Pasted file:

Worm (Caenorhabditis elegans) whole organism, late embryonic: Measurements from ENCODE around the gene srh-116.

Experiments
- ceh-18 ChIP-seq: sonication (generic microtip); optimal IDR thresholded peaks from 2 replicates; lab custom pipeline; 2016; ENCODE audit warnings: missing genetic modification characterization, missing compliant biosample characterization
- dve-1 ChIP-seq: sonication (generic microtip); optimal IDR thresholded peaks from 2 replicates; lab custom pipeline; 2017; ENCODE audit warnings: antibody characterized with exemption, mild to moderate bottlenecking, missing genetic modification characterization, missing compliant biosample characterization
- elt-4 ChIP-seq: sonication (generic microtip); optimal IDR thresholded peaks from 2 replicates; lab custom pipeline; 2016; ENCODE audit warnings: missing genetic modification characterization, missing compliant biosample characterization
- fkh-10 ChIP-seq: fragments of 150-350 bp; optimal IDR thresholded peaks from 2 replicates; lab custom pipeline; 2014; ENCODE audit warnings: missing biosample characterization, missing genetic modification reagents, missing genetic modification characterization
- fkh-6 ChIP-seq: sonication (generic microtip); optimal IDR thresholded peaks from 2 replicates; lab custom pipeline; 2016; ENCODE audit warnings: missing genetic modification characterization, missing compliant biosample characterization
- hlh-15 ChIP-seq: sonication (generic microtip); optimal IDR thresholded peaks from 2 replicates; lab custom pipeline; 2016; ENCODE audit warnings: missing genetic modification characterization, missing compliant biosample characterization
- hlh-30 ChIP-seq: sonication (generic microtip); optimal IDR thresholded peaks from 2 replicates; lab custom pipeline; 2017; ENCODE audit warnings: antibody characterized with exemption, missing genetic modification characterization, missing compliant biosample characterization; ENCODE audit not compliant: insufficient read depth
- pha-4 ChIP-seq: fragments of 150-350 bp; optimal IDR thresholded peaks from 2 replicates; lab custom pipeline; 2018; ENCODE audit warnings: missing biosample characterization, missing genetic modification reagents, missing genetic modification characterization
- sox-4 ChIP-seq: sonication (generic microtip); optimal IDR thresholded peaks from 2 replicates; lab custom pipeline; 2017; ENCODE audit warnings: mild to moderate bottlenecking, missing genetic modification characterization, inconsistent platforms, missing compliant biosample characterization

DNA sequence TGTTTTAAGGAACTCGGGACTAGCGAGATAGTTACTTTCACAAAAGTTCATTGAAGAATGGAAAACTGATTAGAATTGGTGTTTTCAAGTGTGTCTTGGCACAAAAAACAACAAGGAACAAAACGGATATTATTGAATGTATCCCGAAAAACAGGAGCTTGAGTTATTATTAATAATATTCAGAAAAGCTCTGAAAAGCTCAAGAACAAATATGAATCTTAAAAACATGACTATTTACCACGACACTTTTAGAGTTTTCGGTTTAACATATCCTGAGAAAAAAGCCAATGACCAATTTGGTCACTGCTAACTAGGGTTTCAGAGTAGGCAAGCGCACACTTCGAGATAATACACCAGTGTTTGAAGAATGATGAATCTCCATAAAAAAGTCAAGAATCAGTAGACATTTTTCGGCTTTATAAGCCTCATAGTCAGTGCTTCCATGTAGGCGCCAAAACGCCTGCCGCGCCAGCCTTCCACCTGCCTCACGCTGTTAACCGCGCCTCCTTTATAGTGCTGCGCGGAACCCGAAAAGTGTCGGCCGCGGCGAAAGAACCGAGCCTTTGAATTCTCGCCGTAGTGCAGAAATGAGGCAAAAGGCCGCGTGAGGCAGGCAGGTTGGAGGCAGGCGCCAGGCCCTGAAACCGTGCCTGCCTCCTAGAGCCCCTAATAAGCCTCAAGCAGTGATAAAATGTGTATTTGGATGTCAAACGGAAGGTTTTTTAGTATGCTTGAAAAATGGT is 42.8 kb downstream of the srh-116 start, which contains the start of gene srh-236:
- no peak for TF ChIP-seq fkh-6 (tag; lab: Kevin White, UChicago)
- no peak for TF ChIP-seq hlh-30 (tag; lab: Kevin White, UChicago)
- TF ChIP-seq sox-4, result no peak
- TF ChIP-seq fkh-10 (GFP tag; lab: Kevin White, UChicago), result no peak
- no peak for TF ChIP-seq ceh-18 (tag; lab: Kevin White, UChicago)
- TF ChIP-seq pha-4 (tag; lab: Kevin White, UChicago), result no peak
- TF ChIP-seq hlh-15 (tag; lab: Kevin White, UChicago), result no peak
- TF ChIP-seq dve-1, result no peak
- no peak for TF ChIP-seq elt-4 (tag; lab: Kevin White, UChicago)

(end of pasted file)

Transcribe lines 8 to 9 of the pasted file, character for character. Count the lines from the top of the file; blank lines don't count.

- hlh-15 ChIP-seq: sonication (generic microtip); optimal IDR thresholded peaks from 2 replicates; lab custom pipeline; 2016; ENCODE audit warnings: missing genetic modification characterization, missing compliant biosample characterization
- hlh-30 ChIP-seq: sonication (generic microtip); optimal IDR thresholded peaks from 2 replicates; lab custom pipeline; 2017; ENCODE audit warnings: antibody characterized with exemption, missing genetic modification characterization, missing compliant biosample characterization; ENCODE audit not compliant: insufficient read depth